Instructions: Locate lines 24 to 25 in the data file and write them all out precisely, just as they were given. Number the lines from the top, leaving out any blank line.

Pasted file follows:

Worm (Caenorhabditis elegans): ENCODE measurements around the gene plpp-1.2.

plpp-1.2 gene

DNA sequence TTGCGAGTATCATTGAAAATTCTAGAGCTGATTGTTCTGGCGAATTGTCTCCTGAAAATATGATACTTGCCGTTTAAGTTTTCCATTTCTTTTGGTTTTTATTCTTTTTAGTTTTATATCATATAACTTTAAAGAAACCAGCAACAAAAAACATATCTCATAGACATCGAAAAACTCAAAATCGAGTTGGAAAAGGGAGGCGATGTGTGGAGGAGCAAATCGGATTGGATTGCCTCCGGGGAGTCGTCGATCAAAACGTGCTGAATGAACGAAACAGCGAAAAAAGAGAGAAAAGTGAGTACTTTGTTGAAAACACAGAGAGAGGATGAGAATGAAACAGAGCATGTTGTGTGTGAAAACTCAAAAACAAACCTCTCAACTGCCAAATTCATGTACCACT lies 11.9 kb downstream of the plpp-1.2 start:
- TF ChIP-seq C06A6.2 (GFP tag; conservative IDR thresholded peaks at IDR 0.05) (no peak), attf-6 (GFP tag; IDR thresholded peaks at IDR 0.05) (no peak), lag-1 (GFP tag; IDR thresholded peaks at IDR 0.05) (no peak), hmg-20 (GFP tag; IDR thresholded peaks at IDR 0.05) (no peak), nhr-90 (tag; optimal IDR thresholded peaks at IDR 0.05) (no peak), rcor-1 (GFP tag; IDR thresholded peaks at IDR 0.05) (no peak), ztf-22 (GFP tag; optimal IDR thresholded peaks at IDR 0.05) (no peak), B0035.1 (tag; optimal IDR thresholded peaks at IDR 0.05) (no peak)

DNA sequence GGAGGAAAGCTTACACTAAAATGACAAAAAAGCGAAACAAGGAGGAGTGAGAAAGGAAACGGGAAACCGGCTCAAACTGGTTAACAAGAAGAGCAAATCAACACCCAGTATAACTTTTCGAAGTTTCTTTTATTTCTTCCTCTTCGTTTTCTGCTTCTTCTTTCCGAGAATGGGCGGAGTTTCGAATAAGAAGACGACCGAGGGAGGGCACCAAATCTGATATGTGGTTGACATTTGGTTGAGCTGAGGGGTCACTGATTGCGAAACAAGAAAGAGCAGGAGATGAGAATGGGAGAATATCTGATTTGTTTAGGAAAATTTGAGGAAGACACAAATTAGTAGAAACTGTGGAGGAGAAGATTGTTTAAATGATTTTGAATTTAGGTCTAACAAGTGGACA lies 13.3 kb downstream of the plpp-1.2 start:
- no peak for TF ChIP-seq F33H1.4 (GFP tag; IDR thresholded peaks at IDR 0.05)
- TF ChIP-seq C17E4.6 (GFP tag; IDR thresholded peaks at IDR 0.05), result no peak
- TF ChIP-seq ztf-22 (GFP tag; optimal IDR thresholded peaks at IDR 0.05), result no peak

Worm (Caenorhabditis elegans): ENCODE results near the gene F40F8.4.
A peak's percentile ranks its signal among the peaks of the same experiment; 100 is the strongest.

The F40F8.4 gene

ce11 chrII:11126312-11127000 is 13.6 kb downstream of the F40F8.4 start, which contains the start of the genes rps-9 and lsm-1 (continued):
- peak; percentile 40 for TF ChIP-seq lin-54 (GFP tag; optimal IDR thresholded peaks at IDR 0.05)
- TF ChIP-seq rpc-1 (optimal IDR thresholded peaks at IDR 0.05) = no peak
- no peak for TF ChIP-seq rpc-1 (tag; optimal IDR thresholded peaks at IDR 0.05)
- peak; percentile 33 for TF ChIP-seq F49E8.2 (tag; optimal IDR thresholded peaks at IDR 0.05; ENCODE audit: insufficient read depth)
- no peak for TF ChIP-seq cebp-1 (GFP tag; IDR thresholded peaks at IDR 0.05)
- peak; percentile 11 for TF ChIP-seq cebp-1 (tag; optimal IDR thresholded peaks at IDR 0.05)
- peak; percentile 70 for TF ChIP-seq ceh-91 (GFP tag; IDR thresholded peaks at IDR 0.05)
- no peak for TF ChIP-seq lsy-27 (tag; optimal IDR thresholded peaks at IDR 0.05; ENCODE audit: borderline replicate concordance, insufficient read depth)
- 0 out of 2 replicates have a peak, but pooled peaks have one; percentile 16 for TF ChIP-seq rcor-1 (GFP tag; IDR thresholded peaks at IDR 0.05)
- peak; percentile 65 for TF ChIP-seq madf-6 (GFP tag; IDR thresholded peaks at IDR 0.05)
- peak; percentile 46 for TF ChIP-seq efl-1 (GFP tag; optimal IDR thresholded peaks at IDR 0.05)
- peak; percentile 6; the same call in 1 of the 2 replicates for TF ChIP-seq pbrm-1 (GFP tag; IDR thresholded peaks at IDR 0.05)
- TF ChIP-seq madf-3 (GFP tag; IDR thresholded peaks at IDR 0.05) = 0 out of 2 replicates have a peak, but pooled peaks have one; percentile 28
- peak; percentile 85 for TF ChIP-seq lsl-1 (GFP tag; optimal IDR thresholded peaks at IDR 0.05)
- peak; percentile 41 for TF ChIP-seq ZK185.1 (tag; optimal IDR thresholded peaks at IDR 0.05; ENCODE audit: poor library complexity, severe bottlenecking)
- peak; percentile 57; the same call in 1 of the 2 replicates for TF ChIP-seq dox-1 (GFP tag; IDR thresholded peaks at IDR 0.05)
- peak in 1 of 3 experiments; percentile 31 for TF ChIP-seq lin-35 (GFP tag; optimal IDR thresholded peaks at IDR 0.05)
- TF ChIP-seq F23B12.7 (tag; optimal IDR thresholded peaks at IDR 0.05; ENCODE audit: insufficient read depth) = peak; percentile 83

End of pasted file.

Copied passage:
- peak; percentile 6; the same call in 1 of the 2 replicates for TF ChIP-seq pbrm-1 (GFP tag; IDR thresholded peaks at IDR 0.05)
- TF ChIP-seq madf-3 (GFP tag; IDR thresholded peaks at IDR 0.05) = 0 out of 2 replicates have a peak, but pooled peaks have one; percentile 28